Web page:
Determining Gross Vehicle Weight Rating (GVWR) for Trailers: Here’s how

This article authored jointly by Don Moore and Eddy Tschirhart, Canadian Transportation Equipment Association

 

In our last IdeaXchange, we looked at a list of factors that affect the gross vehicle weight rating of a trailer.  Now let’s plug those factors into two formulas to calculate what the GVWR of the trailer objectively should be.

The Truck Trailer Manufacturers Association (TTMA) publishes a document which provides two methods that can be used to determine GVWR of trailers.  This document is TTMA RP # 39.  It is available through the CTEA. 

The first equation in this document is very simple:
Tare Weight + Rated Payload = GVWR. 

The second equation is:
Upper Coupler Vertical Load or Front Tow bar Coupler Vertical Load + GAWR (s) = GVWR.;

The GVWR should be based on the following:  kingpin, drawbar or suspension settings with a water-level load, the kingpin set of 36” from the nose of trailer with the rearmost axle set 36” from the rear.  If the trailer has a moveable suspension, it should be located in the foremost position.  Lift, removable, or flip axles must be attached and deployed.

No matter which method is used to derive the GVWR of a trailer, it must be understood that the GVWR may not exceed the structural capability of the trailer.

Unfortunately, many companies say that intended use and payload are often not known to the designer of the trailer.  But ironically these issues have to be factored in as they play a major role in the wellbeing of the trailer and the determination of the GVWR.  Care must be taken to use reasonable analysis to determine the rating and what capabilities could be expected of vehicles your company is or intends to manufacture.

Trailer GVWR along with each GAWR should not be taken lightly, as it is the yardstick that may be used for heavy load over-weight permits.  Some jurisdictions use these ratings for the issuance of over load permits.  In the event of forensic investigation in follow up to an accident or a product failure, these ratings will again come into play.

From my standpoint, in putting this article together, I have always liked using figures to illustrate the process.  When you are designating a trailer GVWR, it is wise to use the figures that are needed for calculating weight distribution.

I suggest that you take a look at what is required for kingpin weight to ensure that the weight distribution works out for various jurisdictions’ weight laws.  If building trailers for Canada, a trailer builder would be advised to look at the requirements in each province and territory.

Let’s look at the common tandem tractor, tandem semi-trailer configuration that could run throughout North America using a flat deck, step deck or dry freight van trailer.   This configuration would have an 80,000-pound/36,287 kilogram gross.  Let’s consider a tractor with a tare weight (including 150 US gallons fuel) of 19,783 pounds/8,973 kilograms and a wheelbase of 244 inches/6.2 meters.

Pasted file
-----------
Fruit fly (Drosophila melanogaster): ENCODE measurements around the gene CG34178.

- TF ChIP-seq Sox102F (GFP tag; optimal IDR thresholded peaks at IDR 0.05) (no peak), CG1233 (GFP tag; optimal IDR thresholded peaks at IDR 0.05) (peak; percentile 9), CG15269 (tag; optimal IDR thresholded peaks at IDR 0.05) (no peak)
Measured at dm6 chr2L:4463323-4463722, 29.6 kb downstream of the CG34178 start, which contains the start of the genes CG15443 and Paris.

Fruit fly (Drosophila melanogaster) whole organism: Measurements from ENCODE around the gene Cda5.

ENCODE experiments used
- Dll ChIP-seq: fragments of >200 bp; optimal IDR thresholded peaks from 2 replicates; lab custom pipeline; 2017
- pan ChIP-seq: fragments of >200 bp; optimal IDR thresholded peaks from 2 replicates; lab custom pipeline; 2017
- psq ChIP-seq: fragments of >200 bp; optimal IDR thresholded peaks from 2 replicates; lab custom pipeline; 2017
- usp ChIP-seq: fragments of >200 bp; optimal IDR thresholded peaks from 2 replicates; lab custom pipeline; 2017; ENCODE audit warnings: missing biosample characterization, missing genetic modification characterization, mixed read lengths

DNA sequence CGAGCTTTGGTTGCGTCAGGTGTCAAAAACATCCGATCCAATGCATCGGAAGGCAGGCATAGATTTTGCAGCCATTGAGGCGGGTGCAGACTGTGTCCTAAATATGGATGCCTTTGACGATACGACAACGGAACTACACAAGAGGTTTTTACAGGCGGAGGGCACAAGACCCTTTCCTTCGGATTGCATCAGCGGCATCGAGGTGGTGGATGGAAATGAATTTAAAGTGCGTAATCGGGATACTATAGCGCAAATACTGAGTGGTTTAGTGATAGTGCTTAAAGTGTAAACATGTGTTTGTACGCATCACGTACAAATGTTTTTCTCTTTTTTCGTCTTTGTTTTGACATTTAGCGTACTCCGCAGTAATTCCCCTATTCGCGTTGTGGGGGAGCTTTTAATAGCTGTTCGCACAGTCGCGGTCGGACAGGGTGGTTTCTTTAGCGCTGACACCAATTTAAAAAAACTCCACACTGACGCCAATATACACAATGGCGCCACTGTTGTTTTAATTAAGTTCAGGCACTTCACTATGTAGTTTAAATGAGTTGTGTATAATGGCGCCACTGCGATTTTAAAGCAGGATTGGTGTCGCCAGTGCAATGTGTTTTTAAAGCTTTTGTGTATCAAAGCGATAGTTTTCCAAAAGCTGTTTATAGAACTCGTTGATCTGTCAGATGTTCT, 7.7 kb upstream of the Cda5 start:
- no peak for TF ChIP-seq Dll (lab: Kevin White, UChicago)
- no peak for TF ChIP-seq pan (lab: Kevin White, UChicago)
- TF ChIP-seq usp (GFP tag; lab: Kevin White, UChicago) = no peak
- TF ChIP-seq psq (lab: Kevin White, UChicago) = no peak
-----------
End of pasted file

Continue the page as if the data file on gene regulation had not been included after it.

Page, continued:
As can be seen with the following calculation, to properly transfer load to the tractor, there is a kingpin weight of 24,000 pounds/10,886 kilograms needed to reach allowable axle loadings.  In this case the allowable axle loading on the tractor front axle is 12,000 pounds/5,443 kilograms and 32,000 pounds/14,514 kilograms on the drives.

As can be seen in this example, a hitch rating for the trailer at less than 24,000 pounds/10,886 kilograms would be short-changing the customer.  When looking at the process of developing a trailer GVWR in the lowest case condition, it would advisable to go for nothing less than 28,000 pounds/12,700 kilograms.  This is the reason that many tractors will have a tare weight of up to 2,500 pounds/1, 133 kilograms less than what I have used in this example.

Trailer GVWR is derived using the running gear and the hitch ratings

The trailer, from a structural point of view, must be built with a strong enough beam to handle the payload and beam weight.  There is no written standard in the regulations regarding this point, but it really has to be understood from a structural design and safety point of view.

The sample used is a lighter trailer. However, the same procedure holds for a heavier unit.

I have one more important note regarding the GVWR for trailers that must be pointed out.  In heavy-haul application, the equipment that could be subjected to running on heavy permits etc. will only be permitted in some jurisdictions to a maximum rating that has been certified by the vehicle manufacturer for the unit.  The example that I have heard cited for axles is up to that which the trailer manufacturer has stated on the vehicle compliance label.

In closing, a general note for the record keeping in trailer manufacturing.  Care must be taken to keep all engineering analysis, construction changes, etc., up to date at all times.  The calculations used must be maintained for future design use and products liability risk management.

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